Suggesting that RIM needs to ditch its BlackBerry handset business seems to be quickly gaining favor among a small amount of RIM's shareholders. It may seem like a bold statement, but that's what technology experts and investors are saying.
Poor sales and decreasing stock value have gotten many investors a little nervous about the future of RIM. Jaguar Financial an activist shareholder for the company stated that the "road map to value restoration lies in a sale of RIM whether as a whole or in separate parts," These parts to include its handset business. Jaguar also suggested a change within RIM's leadership stating that the company needed a new "transformational" leader.
Let's face it, we have heard these kind of bold predictions and statements before. What makes this one any different from the ones we have heard?
Declining sales. Whether you're a Blackberry fan like me or not, looking at whats really going behind the scenes is important to this theory. The bottom line is that BlackBerry device sales are poor. BlackBerry phones accounted for just 9 percent of the United States’ smartphone market in the third quarter of this year, compared with 24 percent during the same period a year ago, according to market research firm Canalys.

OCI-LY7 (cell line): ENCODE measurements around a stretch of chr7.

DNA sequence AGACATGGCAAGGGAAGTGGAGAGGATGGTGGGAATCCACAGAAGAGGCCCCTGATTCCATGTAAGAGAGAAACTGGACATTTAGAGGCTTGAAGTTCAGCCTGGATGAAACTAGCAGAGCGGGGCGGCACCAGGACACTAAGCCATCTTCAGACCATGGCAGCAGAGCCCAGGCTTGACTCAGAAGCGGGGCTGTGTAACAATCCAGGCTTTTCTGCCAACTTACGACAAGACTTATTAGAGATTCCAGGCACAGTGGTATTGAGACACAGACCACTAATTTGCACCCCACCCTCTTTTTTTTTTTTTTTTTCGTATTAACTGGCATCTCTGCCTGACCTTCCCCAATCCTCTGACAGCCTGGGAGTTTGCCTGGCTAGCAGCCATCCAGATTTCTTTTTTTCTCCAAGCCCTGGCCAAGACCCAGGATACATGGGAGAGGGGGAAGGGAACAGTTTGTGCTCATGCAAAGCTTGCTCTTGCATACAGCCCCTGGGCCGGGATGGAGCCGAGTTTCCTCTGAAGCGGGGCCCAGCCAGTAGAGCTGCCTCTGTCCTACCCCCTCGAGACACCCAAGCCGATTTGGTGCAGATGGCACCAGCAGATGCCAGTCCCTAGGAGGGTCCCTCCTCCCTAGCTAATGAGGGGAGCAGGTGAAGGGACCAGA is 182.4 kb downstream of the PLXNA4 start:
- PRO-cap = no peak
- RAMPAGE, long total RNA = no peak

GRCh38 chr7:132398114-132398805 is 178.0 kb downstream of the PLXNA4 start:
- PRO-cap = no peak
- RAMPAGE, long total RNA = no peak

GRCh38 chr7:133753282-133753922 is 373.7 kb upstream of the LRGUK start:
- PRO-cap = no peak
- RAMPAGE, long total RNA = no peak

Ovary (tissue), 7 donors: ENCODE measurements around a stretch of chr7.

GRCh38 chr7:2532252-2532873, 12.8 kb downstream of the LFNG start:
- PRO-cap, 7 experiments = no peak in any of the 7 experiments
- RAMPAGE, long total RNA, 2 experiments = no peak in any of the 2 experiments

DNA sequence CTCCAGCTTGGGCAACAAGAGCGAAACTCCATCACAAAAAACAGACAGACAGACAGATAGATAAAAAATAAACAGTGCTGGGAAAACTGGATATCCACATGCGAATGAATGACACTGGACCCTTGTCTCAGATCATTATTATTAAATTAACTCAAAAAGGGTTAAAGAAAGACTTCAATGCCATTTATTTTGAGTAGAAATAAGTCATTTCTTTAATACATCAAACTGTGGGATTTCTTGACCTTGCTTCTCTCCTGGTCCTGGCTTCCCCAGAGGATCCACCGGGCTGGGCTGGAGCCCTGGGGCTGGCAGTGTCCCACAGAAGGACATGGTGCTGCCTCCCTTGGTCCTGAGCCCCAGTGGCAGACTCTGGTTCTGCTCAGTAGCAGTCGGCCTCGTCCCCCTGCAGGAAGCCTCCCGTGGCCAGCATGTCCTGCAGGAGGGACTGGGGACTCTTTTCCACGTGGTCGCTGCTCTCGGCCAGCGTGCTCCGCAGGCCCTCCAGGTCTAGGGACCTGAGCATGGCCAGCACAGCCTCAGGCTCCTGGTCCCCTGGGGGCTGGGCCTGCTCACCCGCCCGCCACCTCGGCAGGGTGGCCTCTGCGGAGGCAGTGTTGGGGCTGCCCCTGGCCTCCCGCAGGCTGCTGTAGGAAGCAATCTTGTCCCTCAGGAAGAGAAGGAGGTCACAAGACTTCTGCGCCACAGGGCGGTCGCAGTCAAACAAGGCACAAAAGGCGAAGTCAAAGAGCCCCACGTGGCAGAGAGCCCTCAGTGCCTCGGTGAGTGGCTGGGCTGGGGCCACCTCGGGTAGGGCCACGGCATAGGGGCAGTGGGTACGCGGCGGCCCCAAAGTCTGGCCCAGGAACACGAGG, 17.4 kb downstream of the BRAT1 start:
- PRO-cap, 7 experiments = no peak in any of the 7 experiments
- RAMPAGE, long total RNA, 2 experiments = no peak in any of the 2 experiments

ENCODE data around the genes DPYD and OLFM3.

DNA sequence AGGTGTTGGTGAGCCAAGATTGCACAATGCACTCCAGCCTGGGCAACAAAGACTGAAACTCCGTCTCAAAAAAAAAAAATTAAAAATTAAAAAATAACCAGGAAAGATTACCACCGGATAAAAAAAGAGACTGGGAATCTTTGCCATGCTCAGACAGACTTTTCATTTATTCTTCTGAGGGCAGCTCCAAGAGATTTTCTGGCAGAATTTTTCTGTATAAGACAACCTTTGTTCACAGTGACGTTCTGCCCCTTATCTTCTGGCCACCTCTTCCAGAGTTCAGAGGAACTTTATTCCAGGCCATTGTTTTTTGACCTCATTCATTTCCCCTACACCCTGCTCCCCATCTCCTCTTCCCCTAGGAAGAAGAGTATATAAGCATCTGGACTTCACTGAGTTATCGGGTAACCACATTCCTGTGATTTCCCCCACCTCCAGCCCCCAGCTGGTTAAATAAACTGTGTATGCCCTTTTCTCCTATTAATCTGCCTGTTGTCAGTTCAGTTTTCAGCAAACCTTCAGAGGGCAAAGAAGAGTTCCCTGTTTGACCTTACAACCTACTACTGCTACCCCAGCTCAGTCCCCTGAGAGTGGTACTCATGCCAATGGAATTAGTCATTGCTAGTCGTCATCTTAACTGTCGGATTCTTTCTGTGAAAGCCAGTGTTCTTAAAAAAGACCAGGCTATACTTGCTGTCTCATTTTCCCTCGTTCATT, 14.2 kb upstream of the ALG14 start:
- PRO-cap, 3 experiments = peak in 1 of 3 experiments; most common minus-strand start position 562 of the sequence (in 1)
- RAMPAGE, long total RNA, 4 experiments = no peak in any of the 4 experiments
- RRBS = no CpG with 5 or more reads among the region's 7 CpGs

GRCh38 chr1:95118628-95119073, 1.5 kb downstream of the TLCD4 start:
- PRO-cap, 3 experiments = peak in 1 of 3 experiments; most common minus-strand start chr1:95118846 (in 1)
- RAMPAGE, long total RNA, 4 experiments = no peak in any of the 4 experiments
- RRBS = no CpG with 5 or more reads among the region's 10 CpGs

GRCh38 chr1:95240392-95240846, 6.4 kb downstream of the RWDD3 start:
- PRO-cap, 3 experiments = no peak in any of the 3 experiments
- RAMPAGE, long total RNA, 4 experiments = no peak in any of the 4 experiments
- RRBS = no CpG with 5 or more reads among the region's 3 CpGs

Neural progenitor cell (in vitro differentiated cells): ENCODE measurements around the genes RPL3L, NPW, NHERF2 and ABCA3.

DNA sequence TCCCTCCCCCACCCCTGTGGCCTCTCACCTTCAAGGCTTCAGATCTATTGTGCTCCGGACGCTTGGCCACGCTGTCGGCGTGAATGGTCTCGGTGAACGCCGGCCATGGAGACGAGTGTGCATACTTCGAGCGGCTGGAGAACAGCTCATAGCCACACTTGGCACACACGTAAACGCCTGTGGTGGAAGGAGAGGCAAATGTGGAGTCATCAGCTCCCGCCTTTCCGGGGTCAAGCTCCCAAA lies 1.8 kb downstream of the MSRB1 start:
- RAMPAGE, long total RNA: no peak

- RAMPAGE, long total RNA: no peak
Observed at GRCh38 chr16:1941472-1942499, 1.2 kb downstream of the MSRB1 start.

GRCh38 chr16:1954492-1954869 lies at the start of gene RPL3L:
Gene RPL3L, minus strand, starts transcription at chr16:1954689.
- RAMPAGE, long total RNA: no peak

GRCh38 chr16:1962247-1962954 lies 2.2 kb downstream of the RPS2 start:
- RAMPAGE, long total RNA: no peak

PlayBook reception. The BlackBerry PlayBook is one of the most advanced tablets on the market today, but the public has not accepted it. Why is this? Is it lack of apps or advertising? Maybe it was the rocky start back in April that had us PlayBook owners wondering whether we should return our devices. In the last conference call to investors RIM stated that its third quarter net income fell 71 percent. This is mainly due to the giveaway pricing that the PlayBook has had, good for consumers but bad for business.
A superior infrastructure. The one thing that RIM has done right from the start is keep up a backbone of security and a superior infrastructure. This is precisely what analyst and experts are suggesting that RIM focus on. Instead of concentrating on handheld devices RIM should be focusing on its enterprise software and start allowing more companies to use its back-end secure network. "There is a massive under-utilised asset in the services infrastructure which is very profitable. I think they are getting ready to come to market with a way to leverage that," said a U.S. fund manager.
The strategic reasoning behind all of this goes something like this: "Why build a staid Volvo or a flashy Ferrari when you can own the toll highway on which they drive?" - Reuters
The key's to RIM's success in 2012 depends on a, strategic launch of BlackBerry 10 smartphones, more cross-platformcollaboration like mobile fusion, and a more profitable use of RIM's infrastructure to.